HPV test and pap smear: more than papperlapapp


Photo: Shutterstock.com/Orawan Pattarawimonchai

An annual Pap smear along with an HPV test is used to detect cervical cancer early. Everyone who goes to the gynecologist regularly knows the procedure. But what exactly is being tested and what do the individual result levels mean?

In general, regular participation in oncological examinations is recommended so that possible changes can be recognized in time and they can be treated better. These include the Pap smear and HPV test for early diagnosis of cervical cancer and its precursors.

cervical cancer

Cervical cancer, also known as carcinoma of the cervix, is the fourth most common cancer in women worldwide. It is most often diagnosed between the ages of 35 and 44, and in most cases, infection with the HP virus is to blame. HPV 16 and HPV 18 are among the high-risk types responsible for up to 70 percent of cervical cancers. Viruses cause cellular changes in the cervix that can progress from precancerous lesions to cervical cancer. This can take ten to 15 years. Cervical cancer often does not cause any symptoms in the early stages, so without regular screening, the disease can go undetected for a long time. In most cases, symptoms only appear when the cancer is more advanced. If the following symptoms appear, you should consult a gynecologist:

  • noticeable discharge with a possible unpleasant odor
  • abdominal pain
  • pain when urinating
  • unusual weight loss
  • fatigue, exhaustion
  • Bleeding after intercourse (without menstruation)

Pap smear

The Pap test is part of the gynecological oncology examination and is covered by statutory health insurance. Women aged 20 to 34 have an annual entitlement. For women over 35, there is a so-called KO test, which includes both a Pap smear and an HPV test. This examination is carried out every 3 years and is also covered by health insurance companies.

implementation

During the smear test, the gynecologist takes cells from the cervix and cervical canal, which are then examined in the laboratory under a microscope for possible cell changes. In the case of an abnormal Pap test, it can be decided according to the result whether further examinations are necessary. It is important to note that an abnormal Pap result does not automatically mean a diagnosis of cancer. Especially in young women between the ages of 20 and 30, mild cell changes occur more often, which can also be caused by, for example, inflammation. They usually recede. In these cases, people usually wait and watch more closely.

Possible pap findings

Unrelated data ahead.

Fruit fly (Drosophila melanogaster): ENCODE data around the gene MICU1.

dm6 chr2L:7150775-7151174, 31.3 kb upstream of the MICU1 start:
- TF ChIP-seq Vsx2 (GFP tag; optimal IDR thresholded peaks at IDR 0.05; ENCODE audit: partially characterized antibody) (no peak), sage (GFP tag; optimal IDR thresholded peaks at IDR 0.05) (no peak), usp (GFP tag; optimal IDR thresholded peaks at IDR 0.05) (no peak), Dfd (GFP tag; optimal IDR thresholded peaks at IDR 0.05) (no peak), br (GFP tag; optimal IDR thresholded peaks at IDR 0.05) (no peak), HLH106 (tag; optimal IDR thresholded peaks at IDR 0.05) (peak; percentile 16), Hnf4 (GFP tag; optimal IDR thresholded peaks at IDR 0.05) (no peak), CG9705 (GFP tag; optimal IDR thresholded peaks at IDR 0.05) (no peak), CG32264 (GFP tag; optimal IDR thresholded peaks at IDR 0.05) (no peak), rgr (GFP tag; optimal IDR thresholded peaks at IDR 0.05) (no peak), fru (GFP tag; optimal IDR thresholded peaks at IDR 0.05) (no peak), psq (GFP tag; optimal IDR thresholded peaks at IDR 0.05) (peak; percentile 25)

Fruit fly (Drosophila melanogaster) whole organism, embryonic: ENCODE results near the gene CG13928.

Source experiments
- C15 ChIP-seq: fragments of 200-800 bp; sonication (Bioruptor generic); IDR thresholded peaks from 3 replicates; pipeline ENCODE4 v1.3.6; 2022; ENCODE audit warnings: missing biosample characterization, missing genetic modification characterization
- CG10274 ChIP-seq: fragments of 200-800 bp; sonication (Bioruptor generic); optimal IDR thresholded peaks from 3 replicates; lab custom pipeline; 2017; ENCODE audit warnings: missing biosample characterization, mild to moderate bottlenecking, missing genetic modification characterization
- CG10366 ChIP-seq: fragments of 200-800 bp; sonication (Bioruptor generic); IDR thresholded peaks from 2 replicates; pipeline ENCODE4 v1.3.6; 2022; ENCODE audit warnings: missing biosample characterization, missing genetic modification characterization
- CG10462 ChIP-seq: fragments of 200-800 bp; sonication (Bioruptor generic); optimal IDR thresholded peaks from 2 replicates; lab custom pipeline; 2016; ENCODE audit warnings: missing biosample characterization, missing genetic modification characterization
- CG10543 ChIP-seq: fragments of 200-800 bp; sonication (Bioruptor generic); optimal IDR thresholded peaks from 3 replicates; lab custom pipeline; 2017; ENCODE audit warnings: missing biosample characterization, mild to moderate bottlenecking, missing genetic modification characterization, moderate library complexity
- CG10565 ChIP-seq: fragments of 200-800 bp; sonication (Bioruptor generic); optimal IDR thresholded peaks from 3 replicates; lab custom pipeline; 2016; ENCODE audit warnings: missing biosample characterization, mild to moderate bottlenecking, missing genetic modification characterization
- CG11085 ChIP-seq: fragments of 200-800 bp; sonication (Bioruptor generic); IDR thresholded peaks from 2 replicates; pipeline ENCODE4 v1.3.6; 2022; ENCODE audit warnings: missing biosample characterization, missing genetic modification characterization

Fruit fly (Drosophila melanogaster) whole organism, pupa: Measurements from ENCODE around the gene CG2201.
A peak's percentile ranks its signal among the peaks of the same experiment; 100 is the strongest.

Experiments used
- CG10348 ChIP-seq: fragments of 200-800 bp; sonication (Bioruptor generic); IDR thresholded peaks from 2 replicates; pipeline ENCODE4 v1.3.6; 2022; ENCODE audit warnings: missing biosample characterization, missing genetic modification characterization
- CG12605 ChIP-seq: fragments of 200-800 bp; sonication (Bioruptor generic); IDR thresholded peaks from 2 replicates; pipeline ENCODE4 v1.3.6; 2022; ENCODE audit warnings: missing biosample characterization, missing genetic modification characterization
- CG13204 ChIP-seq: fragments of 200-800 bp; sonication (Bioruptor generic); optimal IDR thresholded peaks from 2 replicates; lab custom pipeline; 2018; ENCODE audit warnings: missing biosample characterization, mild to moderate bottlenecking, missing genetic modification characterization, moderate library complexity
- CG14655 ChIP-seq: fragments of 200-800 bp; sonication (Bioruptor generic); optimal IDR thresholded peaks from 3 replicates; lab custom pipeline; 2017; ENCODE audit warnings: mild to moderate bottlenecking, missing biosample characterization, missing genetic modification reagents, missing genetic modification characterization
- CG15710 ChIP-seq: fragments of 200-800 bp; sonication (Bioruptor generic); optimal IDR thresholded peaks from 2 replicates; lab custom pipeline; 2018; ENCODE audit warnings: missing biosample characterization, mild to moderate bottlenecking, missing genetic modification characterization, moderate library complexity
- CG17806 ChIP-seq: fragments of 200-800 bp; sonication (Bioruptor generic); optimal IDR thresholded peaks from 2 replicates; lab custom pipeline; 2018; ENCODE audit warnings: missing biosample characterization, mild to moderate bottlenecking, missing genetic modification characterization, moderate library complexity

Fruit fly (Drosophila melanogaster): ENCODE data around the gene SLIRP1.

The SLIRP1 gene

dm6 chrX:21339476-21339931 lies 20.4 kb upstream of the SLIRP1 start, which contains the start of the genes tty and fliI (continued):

Pap 0 Insufficient material
Pope I Unobtrusive and unsuspicious smear test results
Paper IIa Unremarkable smear results. However, there have been investigations with abnormalities in the past
Chapter II Conditionally noticeable findings with minor cellular changes. There is no precancerous stage or cancer yet.
Chapter III No cancer cells were found, but striking changes were found that could not be clearly identified.
Pap IIID1 Clear cellular changes, but with a low risk of developing into cancer cells. A common finding in young women. Cell changes can often regress.
Pap IIID2 More serious cellular changes, with a higher risk of cancer cells. There is less chance of these going away on their own.
Pope IV Severely altered cells suspected of being precancerous or early stage cancer.
Pope IVb There is a high probability that cancer has developed and the cancer cells have already spread.
Pope V Cancer cells have already been detected.

HPV test

The HPV test checks for possible infection with human papillomaviruses. In addition, it can be determined if there is an infection with high-risk types of HPV. In the test, the Pap smear is also examined for HPV.

HPV infections are particularly common in young women. In most cases, the immune system is able to defend itself against the infection, and after a year or two the virus no longer occurs. Therefore, a regular HPV test is usually only necessary for women over 35 to avoid possible overtreatment.

If the result is positive for one of the high-risk types, a closer examination for possible cellular changes in the cervix is ‚Äč‚Äčrecommended.

High-risk types include: 16, 18, 31, 33, 35, 39, 45, 51, 52, 56, 58, 59, 68, 73, and 8.

Vaccination against HPV can provide protection against infection.


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